NASA’s Fermi explores high-energy ‘space invaders’

Since its launch last June, NASA’s Fermi Gamma-ray Space Telescope has discovered a new class of pulsars, probed gamma-ray bursts and watched flaring jets in galaxies billions of light-years away. Today at the American Physical Society meeting in Denver, Colo., Fermi scientists revealed new details about high-energy particles implicated in a nearby cosmic mystery.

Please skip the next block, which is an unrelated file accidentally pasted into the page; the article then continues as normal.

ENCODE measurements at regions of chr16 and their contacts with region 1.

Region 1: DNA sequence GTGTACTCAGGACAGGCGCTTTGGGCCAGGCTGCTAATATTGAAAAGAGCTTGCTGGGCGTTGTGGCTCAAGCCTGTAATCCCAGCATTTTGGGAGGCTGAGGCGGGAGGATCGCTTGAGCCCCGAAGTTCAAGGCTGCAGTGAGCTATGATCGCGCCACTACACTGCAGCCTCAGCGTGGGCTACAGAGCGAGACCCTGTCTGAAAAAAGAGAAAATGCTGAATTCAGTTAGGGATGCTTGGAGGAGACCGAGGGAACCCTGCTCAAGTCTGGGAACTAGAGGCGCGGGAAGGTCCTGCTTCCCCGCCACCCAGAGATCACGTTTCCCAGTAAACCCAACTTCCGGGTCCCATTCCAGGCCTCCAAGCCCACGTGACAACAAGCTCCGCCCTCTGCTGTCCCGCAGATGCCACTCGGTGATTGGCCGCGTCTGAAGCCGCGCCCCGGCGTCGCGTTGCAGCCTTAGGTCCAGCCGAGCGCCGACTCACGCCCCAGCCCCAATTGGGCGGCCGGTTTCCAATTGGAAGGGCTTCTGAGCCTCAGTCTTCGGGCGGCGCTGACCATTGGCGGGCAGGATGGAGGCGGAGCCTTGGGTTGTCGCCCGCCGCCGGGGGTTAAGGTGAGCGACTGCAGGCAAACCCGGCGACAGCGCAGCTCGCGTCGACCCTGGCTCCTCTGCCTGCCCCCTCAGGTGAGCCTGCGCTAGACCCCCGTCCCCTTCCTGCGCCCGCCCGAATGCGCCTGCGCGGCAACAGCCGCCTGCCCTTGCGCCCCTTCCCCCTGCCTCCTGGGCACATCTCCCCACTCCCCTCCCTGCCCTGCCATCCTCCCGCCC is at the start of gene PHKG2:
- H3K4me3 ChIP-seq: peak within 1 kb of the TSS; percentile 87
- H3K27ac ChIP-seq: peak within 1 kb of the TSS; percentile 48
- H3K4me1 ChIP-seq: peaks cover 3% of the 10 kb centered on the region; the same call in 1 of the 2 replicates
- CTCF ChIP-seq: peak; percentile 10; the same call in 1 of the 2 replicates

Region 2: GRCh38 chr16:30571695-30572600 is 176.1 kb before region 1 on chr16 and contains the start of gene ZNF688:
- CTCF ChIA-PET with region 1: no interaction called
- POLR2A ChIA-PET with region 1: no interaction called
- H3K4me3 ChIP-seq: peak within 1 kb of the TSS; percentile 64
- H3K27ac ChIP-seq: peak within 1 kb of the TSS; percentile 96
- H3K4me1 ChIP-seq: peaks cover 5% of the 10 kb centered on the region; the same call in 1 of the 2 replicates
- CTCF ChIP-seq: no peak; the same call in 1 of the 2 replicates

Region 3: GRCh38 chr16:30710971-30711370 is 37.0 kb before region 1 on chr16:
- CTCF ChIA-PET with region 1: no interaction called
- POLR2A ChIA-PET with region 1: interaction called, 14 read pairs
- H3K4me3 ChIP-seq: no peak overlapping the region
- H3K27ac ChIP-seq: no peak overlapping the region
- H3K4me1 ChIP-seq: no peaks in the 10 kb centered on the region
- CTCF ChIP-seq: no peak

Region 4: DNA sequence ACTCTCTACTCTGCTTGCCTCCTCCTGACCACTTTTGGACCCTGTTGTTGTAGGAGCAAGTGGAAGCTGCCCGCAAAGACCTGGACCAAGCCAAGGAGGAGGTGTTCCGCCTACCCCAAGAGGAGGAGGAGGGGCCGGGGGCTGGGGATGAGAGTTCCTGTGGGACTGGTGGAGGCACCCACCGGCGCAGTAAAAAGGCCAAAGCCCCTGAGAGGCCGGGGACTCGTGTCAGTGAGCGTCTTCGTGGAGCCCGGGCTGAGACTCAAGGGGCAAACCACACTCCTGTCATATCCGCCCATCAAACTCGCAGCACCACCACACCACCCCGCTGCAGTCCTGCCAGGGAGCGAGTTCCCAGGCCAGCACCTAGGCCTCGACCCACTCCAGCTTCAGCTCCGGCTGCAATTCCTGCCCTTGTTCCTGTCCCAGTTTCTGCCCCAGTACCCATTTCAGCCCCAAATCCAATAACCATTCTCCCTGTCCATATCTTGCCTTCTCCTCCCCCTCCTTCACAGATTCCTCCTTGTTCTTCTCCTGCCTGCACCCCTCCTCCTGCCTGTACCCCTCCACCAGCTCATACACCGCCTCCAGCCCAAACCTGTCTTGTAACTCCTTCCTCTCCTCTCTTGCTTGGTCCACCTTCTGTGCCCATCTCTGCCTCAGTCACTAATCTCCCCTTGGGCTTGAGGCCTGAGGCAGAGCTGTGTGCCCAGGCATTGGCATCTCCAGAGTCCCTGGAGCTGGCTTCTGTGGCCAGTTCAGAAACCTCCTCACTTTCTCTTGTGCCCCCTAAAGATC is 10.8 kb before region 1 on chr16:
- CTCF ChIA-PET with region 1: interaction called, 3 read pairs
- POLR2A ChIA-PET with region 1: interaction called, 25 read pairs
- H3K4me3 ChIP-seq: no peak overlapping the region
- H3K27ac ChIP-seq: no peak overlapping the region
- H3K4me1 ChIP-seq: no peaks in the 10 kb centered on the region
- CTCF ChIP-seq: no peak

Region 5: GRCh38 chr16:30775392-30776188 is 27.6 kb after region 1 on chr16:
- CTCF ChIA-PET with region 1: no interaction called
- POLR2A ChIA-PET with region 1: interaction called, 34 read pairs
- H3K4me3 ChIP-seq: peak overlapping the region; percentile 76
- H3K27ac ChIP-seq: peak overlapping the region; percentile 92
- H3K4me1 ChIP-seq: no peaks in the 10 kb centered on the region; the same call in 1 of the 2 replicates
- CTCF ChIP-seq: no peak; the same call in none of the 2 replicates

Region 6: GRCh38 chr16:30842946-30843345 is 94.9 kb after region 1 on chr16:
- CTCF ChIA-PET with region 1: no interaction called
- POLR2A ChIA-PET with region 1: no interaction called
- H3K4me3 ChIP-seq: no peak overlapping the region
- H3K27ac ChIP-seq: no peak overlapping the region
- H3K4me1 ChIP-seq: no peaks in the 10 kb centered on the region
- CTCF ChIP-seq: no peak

"Fermi’s Large Area Telescope is a state-of-the-art gamma-ray detector, but it’s also a terrific tool for investigating the high-energy electrons in cosmic rays," said Alexander Moiseev, who presented the findings. Moiseev is an astrophysicist at NASA’s Goddard Space Flight Center in Greenbelt, Md.

Cosmic rays are hyperfast electrons, positrons, and atomic nuclei moving at nearly the speed of light. Astronomers believe that the highest-energy cosmic rays arise from exotic places within our galaxy, such as the wreckage of exploded stars.

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